Untreatable 'Super Gonorrhea' Spreading Like Wildfire — Luckily, It May Have a New Opponent
In the race to outsmart "untreatable" antibiotic-resistant gonorrhea, one of the three new treatments on the track is about to enter Phase 3 clinical trials. Hopefully, it'll be widely accessible sooner rather than later, for the 78 million people who are diagnosed with gonorrhea each year.
Drug-resistant gonorrhea made headlines last week, earning the moniker "super gonorrhea" with its ability to outlast most treatments.
The bacteria Neisseria gonorrhea, a quickly-adapting pathogen, causes gonorrhea. It can often be transmitted orally, in which case the symptoms are easily mistaken for a non-STD-related sore throat (which delays diagnosis and treatment). The more obvious symptoms include genital pain, discharge, and sometimes itching. And for any mode of transmission, many cases are asymptomatic.
If left untreated, even without noticeable symptoms, gonorrhea can cause serious complications. Those include pelvic inflammatory disease (which may cause pain, fever, ectopic pregnancy, and infertility), and epididymitis (which may cause infertility). In rare cases it can lead to disseminated gonococcal infection, which can be fatal; the infection spreads to the blood and causes tenosynovitis (inflammation of the sheath around a tendon), arthritis, and dermatitis (a skin rash).
It's not just one treatment gonorrhea has learned to fight. It's a whole series of antibiotics, right up to the last-resort treatment, extended-spectrum cephalosporins (ESCs). These drugs are meant to be used when all else fails, which has delayed the evolution of resistance to them. A few days ago, the WHO reported that there have already been cases — in 66% of 77 surveyed countries — where ESCs are ineffective. That means potentially incurable gonorrhea. No wonder they're calling it "super."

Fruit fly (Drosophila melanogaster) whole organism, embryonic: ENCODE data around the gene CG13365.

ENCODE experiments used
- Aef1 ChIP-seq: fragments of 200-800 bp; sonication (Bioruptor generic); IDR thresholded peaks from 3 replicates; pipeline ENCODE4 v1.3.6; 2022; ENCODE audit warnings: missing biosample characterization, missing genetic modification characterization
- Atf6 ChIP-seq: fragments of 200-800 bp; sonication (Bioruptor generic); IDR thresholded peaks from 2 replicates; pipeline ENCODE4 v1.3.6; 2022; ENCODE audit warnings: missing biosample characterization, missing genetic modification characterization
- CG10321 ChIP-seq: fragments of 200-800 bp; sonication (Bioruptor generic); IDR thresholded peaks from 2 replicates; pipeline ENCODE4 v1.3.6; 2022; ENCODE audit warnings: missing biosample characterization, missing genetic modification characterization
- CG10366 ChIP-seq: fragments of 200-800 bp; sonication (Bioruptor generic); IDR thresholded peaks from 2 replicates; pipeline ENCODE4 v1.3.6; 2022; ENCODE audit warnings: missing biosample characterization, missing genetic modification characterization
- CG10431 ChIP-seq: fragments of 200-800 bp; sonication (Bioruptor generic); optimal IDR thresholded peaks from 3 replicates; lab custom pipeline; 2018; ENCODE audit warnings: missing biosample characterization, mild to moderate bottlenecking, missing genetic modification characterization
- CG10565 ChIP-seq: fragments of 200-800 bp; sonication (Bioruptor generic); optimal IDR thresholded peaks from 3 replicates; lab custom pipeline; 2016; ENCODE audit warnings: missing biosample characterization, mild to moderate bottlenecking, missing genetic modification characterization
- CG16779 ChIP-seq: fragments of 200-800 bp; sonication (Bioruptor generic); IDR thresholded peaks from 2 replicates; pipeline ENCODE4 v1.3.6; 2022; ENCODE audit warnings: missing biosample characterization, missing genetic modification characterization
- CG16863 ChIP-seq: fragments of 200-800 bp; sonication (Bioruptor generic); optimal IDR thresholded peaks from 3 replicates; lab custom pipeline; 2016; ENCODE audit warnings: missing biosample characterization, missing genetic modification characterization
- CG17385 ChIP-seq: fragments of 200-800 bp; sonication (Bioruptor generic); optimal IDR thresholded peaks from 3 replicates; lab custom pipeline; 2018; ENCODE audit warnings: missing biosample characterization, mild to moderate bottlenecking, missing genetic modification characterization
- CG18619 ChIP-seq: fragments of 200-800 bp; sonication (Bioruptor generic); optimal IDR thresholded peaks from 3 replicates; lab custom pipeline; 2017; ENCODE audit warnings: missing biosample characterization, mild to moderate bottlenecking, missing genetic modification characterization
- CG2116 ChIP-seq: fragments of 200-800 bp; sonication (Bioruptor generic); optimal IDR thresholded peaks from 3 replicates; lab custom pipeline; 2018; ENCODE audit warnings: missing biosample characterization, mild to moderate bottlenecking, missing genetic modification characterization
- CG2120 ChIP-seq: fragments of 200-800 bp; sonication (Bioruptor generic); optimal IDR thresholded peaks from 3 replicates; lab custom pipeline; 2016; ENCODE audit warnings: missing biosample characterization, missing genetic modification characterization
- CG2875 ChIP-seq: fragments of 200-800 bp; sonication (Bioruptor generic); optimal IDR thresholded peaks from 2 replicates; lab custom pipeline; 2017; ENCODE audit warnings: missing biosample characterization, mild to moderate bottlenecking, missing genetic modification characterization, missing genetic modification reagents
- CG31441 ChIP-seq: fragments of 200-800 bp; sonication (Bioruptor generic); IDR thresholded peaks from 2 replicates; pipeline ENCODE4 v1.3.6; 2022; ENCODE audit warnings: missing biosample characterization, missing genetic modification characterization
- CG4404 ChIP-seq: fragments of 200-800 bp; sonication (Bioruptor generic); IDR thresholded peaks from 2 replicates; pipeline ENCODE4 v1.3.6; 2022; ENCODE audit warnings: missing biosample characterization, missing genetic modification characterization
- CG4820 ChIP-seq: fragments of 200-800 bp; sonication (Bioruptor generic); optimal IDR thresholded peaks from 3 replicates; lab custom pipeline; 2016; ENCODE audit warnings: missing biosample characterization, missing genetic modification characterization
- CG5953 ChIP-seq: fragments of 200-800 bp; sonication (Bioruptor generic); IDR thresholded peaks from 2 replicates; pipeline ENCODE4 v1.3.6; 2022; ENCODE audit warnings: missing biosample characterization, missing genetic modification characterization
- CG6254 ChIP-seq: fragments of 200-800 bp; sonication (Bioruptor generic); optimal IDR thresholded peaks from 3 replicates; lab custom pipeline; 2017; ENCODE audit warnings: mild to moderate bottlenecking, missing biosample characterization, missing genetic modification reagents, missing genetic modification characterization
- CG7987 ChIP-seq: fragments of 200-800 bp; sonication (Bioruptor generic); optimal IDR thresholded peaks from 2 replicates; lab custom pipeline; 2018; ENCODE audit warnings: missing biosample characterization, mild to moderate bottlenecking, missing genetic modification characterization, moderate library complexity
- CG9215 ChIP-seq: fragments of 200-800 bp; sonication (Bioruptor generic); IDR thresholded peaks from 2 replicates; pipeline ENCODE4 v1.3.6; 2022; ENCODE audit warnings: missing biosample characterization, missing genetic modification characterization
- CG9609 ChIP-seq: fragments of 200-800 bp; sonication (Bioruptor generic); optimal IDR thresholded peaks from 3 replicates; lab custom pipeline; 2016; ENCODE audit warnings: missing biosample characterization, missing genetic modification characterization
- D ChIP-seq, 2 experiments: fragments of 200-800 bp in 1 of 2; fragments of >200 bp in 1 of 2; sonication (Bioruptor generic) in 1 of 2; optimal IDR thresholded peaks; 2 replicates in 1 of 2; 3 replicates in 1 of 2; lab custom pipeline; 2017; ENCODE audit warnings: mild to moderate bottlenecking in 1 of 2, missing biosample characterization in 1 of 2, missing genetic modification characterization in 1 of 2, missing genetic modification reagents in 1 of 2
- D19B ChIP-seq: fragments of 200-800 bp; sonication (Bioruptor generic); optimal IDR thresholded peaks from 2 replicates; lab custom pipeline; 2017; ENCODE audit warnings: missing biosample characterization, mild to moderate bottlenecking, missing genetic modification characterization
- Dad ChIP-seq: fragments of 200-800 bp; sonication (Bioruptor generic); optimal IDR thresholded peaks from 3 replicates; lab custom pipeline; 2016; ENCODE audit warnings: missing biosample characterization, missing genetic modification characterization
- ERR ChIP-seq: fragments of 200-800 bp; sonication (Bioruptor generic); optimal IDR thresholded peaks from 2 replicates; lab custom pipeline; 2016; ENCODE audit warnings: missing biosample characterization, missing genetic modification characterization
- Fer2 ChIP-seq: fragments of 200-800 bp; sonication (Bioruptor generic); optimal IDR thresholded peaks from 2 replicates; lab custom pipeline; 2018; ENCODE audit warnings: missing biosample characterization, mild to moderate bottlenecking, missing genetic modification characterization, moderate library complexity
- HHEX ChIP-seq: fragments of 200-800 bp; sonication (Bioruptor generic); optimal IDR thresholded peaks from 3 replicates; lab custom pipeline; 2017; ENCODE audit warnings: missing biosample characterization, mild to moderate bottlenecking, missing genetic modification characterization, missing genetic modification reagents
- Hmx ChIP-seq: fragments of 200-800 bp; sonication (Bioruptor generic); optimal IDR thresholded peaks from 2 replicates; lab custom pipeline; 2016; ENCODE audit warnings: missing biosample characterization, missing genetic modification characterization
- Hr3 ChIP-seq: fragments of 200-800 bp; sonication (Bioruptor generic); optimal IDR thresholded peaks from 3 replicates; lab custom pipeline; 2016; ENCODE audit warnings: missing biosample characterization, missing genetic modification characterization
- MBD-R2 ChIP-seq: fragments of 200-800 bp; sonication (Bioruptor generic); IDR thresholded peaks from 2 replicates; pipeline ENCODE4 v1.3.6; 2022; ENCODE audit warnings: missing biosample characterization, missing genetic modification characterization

The WHO has updated global recommendations as a result of the findings, advising the use of both ceftriaxone (an ESC) and azithromycin (another antibiotic) together. ESCs still mostly work — but perhaps only for now. New treatments will be needed even more in the future, as Neisseria gonorrheafinds more ways to beat the current drugs.
Luckily for all of us (and our sex lives), there's a new drug nearing final clinical trials. Zoliflodacin is a new antibiotic to fight super gonorrhea, and it's getting closer to public availability. It is being made and tested by Entasis Therapeutics and the Global Antibiotic Research and Development Partnership (a nonprofit organization). On Friday, June 7, they announced plans to enter Phase 3 global clinical trials (a larger and more long-term study to test and improve it) soon. After that, it could go through Phase 4 trials and if successful, could be distributed throughout the many countries where it may be needed. Zoliflodacin is the first antibiotic in its class — no other antibiotics use the same mechanism it does — which means it'll likely be harder for gonorrhea to develop resistance to this drug.
Sometimes the body can get rid of gonorrhea on its own just given time, but the pathogen can do a lot of damage if left untreated. It is known to cause ectopic pregnancies, pelvic inflammatory disease, infertility, and pelvic or abdominal pain. In some rare and especially dangerous cases, it can spread to the blood or joints if left untreated. And beyond the effects of gonorrhea itself, it can increase susceptibility to other STDs like HIV.
Risk can be reduced by using protection (condoms or dental dams), getting tested for STDs regularly if you are sexually active, and asking your partner or partners to get tested regularly. You can contract gonorrhea from any unprotected oral, vaginal, or anal sex.
Zoliflodacin has been given "fast track" status by the FDA, through its placement in a category that speeds regulatory review and also allows those making it longer exclusive rights to the antibiotic's production. That designation will ideally help Zoliflodacin reach patients as soon as possible, to stop "super" gonorrhea from becoming a common problem.